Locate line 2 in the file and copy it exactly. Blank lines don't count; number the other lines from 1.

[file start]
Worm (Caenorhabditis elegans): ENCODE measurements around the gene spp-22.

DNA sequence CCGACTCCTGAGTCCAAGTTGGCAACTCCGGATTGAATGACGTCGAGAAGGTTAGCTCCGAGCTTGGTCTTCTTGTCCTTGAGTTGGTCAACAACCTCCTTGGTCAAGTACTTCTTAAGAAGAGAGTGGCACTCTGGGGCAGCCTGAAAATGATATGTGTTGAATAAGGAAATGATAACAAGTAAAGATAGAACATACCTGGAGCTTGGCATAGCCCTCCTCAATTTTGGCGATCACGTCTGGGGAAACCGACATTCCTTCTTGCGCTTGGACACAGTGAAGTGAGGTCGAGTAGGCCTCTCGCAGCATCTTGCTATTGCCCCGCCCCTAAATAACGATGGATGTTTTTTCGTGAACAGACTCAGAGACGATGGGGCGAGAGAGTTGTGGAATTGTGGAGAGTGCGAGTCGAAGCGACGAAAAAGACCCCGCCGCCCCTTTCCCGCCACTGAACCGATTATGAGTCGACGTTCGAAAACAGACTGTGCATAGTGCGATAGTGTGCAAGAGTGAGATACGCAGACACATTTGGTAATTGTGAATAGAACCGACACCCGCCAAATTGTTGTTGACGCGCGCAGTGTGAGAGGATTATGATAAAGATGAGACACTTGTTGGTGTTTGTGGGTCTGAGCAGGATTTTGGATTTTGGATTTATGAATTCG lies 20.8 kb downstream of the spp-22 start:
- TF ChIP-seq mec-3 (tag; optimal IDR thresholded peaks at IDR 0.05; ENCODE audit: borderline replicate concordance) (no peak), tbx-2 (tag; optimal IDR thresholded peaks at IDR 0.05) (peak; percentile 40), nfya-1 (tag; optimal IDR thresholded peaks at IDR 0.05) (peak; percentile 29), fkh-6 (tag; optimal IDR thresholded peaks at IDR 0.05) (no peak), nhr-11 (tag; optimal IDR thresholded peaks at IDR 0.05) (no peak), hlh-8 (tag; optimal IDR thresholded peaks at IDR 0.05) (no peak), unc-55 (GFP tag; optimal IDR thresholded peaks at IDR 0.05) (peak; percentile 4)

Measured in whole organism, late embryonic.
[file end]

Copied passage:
DNA sequence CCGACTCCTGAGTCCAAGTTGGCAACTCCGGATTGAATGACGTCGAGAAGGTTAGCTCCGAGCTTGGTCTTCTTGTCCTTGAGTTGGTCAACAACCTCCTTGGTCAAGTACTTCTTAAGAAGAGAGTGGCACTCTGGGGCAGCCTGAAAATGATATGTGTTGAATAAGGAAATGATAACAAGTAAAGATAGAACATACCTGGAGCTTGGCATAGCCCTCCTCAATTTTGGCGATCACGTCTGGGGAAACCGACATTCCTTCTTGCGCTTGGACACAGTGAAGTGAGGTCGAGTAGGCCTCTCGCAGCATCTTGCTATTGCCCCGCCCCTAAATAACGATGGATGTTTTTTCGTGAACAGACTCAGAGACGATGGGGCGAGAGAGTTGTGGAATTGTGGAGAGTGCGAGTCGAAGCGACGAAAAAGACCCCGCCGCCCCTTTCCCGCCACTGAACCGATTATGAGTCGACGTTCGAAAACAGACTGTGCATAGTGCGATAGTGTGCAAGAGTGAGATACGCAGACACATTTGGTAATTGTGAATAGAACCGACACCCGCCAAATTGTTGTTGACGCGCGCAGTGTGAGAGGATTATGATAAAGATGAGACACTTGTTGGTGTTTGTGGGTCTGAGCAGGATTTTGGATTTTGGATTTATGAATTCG lies 20.8 kb downstream of the spp-22 start: